I have tried Anik alfalfa, and love it. We seeded it in some absolute blowsand that had a pH of 4.8, and organic matter levels around 0.5%. It caught, and with careful grazing and long rests for the first 2 years, it is highly productive in a stand with another variety of alfalfa and some meadow brome. The stand is now 6 years old and more productive than ever. It's not a heavy yielding hay variety due its small, fine stems and leaves, but is excellent for grazing. Responds well, and is extremely hardy, very tolerant of grazing and/or winters.
Seed came from Peter Lundgard at Grimshaw in the Peace Country of Alberta. He's a good friend of mine and sells alfalfa seed and cutter bees all over Western Canada. If anyone wants his number just msg me.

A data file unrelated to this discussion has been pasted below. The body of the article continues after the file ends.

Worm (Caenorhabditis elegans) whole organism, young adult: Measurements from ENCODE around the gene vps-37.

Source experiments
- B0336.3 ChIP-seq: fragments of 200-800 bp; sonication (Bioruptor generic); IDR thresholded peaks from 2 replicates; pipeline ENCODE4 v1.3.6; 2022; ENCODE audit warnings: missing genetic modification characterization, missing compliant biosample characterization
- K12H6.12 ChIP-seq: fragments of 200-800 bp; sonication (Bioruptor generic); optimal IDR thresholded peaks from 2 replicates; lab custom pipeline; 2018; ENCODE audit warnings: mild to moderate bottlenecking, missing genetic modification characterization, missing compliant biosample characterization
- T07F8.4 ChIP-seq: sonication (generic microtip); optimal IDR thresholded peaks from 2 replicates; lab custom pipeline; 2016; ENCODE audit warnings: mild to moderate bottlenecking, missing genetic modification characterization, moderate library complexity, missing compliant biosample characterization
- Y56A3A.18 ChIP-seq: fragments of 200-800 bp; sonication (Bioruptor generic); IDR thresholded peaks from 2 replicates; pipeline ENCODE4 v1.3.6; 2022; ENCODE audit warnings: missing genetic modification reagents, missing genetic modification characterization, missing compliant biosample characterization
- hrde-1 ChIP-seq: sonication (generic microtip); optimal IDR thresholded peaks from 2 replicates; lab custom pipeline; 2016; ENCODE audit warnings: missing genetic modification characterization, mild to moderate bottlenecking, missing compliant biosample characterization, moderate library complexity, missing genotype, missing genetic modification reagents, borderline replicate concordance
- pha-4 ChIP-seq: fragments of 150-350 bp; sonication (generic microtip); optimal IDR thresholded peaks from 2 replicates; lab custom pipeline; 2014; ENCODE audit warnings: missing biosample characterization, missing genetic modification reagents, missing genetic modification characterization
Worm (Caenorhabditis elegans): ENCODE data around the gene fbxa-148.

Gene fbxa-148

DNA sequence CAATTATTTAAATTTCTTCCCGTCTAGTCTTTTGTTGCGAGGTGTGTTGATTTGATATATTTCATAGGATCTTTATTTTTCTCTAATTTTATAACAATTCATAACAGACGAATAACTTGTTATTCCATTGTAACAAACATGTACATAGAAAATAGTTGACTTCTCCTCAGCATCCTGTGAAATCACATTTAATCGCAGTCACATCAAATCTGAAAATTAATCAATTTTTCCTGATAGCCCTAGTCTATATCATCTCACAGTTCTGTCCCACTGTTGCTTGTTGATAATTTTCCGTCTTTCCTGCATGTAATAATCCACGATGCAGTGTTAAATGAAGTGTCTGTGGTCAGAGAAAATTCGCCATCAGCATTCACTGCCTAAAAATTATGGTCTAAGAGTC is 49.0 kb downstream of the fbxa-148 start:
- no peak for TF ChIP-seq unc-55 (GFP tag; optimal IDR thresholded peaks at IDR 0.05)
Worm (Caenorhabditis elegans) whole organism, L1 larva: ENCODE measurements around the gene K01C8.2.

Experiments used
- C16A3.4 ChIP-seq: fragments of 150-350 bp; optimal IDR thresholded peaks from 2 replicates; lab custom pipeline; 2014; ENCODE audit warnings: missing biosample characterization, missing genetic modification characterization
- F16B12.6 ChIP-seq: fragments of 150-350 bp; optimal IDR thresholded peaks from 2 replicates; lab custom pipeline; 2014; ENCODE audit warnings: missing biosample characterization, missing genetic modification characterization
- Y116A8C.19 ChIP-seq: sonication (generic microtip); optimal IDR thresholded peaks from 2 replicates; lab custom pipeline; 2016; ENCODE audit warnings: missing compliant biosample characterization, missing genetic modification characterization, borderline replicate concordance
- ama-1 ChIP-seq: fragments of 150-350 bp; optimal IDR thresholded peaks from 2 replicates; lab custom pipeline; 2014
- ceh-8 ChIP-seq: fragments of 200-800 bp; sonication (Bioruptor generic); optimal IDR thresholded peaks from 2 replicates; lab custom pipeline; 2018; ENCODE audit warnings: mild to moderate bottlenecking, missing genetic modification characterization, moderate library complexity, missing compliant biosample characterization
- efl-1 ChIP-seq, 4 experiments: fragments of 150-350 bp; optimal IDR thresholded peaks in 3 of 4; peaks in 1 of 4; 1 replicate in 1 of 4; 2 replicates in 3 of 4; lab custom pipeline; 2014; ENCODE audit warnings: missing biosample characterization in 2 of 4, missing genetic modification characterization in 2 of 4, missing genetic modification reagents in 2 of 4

In sandy soil you almost always have a low pH, so clovers don't do well usually. We've had good luck establishing alfalfas and milkvetch through mineral, although it's patchy at best, which is to be expected. I like doing it in patches of buckbrush, silver willow, leafy sphurge or any other "undesirable", so you can get something competitve there working for you. The hoof action, manure and urine in those concentrated areas always helps with establishment of course.
I've posted pics before of the alfalfa/meadow brome stands we established in the sandy field, and it all had Anik alfalfa in it.
There's 2 dates in time they'll carve on your stone, and everyone knows what they mean.
But what's more important is the time that is known, as that little dash there in between.